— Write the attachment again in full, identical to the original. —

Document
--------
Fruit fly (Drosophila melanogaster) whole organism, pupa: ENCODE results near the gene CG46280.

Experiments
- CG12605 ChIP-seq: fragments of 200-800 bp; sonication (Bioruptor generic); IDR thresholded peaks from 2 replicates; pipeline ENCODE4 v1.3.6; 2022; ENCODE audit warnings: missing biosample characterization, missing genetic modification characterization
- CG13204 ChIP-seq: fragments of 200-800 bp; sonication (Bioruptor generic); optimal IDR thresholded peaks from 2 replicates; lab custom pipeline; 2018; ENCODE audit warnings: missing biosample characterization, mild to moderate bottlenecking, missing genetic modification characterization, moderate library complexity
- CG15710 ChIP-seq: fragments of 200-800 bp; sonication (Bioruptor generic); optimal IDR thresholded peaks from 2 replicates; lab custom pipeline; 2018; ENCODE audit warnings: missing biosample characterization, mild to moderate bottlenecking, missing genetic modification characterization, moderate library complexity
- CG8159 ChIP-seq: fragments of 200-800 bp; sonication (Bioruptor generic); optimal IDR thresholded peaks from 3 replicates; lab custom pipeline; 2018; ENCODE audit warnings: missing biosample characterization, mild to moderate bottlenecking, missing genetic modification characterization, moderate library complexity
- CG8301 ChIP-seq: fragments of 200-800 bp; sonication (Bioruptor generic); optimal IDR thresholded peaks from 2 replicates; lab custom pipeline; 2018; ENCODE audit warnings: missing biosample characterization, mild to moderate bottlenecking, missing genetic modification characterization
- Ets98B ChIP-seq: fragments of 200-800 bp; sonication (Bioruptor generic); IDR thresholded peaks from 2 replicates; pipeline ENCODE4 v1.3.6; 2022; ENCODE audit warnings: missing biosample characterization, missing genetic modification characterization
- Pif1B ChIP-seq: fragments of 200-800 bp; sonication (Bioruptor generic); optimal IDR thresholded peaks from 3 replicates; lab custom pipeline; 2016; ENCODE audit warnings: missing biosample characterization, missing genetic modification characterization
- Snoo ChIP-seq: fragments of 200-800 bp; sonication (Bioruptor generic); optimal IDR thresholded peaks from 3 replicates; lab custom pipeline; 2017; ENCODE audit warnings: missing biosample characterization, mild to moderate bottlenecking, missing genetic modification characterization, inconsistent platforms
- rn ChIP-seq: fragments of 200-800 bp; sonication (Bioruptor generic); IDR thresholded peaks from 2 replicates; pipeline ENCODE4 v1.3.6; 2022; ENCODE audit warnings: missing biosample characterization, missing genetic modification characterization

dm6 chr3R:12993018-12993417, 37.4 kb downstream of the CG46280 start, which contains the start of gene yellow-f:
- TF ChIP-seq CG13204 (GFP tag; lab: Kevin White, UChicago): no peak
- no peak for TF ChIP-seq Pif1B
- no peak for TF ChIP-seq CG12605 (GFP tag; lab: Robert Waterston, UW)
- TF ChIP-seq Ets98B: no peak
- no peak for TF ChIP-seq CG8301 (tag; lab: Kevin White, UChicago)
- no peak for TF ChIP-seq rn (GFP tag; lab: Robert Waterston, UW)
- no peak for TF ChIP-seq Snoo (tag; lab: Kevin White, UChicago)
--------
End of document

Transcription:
Fruit fly (Drosophila melanogaster) whole organism, pupa: ENCODE results near the gene CG46280.

Experiments
- CG12605 ChIP-seq: fragments of 200-800 bp; sonication (Bioruptor generic); IDR thresholded peaks from 2 replicates; pipeline ENCODE4 v1.3.6; 2022; ENCODE audit warnings: missing biosample characterization, missing genetic modification characterization
- CG13204 ChIP-seq: fragments of 200-800 bp; sonication (Bioruptor generic); optimal IDR thresholded peaks from 2 replicates; lab custom pipeline; 2018; ENCODE audit warnings: missing biosample characterization, mild to moderate bottlenecking, missing genetic modification characterization, moderate library complexity
- CG15710 ChIP-seq: fragments of 200-800 bp; sonication (Bioruptor generic); optimal IDR thresholded peaks from 2 replicates; lab custom pipeline; 2018; ENCODE audit warnings: missing biosample characterization, mild to moderate bottlenecking, missing genetic modification characterization, moderate library complexity
- CG8159 ChIP-seq: fragments of 200-800 bp; sonication (Bioruptor generic); optimal IDR thresholded peaks from 3 replicates; lab custom pipeline; 2018; ENCODE audit warnings: missing biosample characterization, mild to moderate bottlenecking, missing genetic modification characterization, moderate library complexity
- CG8301 ChIP-seq: fragments of 200-800 bp; sonication (Bioruptor generic); optimal IDR thresholded peaks from 2 replicates; lab custom pipeline; 2018; ENCODE audit warnings: missing biosample characterization, mild to moderate bottlenecking, missing genetic modification characterization
- Ets98B ChIP-seq: fragments of 200-800 bp; sonication (Bioruptor generic); IDR thresholded peaks from 2 replicates; pipeline ENCODE4 v1.3.6; 2022; ENCODE audit warnings: missing biosample characterization, missing genetic modification characterization
- Pif1B ChIP-seq: fragments of 200-800 bp; sonication (Bioruptor generic); optimal IDR thresholded peaks from 3 replicates; lab custom pipeline; 2016; ENCODE audit warnings: missing biosample characterization, missing genetic modification characterization
- Snoo ChIP-seq: fragments of 200-800 bp; sonication (Bioruptor generic); optimal IDR thresholded peaks from 3 replicates; lab custom pipeline; 2017; ENCODE audit warnings: missing biosample characterization, mild to moderate bottlenecking, missing genetic modification characterization, inconsistent platforms
- rn ChIP-seq: fragments of 200-800 bp; sonication (Bioruptor generic); IDR thresholded peaks from 2 replicates; pipeline ENCODE4 v1.3.6; 2022; ENCODE audit warnings: missing biosample characterization, missing genetic modification characterization

dm6 chr3R:12993018-12993417, 37.4 kb downstream of the CG46280 start, which contains the start of gene yellow-f:
- TF ChIP-seq CG13204 (GFP tag; lab: Kevin White, UChicago): no peak
- no peak for TF ChIP-seq Pif1B
- no peak for TF ChIP-seq CG12605 (GFP tag; lab: Robert Waterston, UW)
- TF ChIP-seq Ets98B: no peak
- no peak for TF ChIP-seq CG8301 (tag; lab: Kevin White, UChicago)
- no peak for TF ChIP-seq rn (GFP tag; lab: Robert Waterston, UW)
- no peak for TF ChIP-seq Snoo (tag; lab: Kevin White, UChicago)